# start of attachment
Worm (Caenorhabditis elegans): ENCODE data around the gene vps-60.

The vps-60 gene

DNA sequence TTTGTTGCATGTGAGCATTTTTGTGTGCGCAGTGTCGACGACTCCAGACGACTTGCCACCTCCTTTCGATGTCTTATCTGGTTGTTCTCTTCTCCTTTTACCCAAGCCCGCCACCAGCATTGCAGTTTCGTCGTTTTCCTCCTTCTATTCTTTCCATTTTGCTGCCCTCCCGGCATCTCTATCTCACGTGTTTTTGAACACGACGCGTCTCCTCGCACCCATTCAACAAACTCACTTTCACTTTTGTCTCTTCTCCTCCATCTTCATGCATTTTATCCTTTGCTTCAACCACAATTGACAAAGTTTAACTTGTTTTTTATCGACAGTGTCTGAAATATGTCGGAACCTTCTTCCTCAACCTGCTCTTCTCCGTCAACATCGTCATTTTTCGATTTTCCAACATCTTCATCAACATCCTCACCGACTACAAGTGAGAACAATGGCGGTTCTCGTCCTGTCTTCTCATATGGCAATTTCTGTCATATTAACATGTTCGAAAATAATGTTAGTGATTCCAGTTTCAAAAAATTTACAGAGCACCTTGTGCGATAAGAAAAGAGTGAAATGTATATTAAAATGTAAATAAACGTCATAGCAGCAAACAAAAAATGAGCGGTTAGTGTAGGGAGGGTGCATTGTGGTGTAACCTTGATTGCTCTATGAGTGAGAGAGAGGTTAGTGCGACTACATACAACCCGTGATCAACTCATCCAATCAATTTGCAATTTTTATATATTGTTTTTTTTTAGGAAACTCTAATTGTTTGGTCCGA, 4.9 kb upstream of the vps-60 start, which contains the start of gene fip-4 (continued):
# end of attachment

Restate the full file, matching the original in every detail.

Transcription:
Worm (Caenorhabditis elegans): ENCODE data around the gene vps-60.

The vps-60 gene

DNA sequence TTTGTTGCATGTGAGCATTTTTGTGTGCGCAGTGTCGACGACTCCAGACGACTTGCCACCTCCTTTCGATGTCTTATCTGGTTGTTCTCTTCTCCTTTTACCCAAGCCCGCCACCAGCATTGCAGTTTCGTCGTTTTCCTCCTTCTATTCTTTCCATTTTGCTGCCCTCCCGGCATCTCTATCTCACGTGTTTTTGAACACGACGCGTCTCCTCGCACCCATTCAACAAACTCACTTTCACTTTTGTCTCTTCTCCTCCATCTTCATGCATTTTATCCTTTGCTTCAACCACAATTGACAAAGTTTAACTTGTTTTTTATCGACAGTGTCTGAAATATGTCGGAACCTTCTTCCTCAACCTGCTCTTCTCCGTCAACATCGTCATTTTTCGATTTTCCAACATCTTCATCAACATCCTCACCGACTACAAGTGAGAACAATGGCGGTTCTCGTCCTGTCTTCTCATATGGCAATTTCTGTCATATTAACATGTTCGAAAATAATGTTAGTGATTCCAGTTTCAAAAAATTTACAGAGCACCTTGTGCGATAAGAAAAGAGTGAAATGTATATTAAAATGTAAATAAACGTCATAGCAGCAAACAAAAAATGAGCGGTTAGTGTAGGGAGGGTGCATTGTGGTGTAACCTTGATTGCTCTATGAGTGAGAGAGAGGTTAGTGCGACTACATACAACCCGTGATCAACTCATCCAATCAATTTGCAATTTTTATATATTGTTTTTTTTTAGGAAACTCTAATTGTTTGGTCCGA, 4.9 kb upstream of the vps-60 start, which contains the start of gene fip-4 (continued):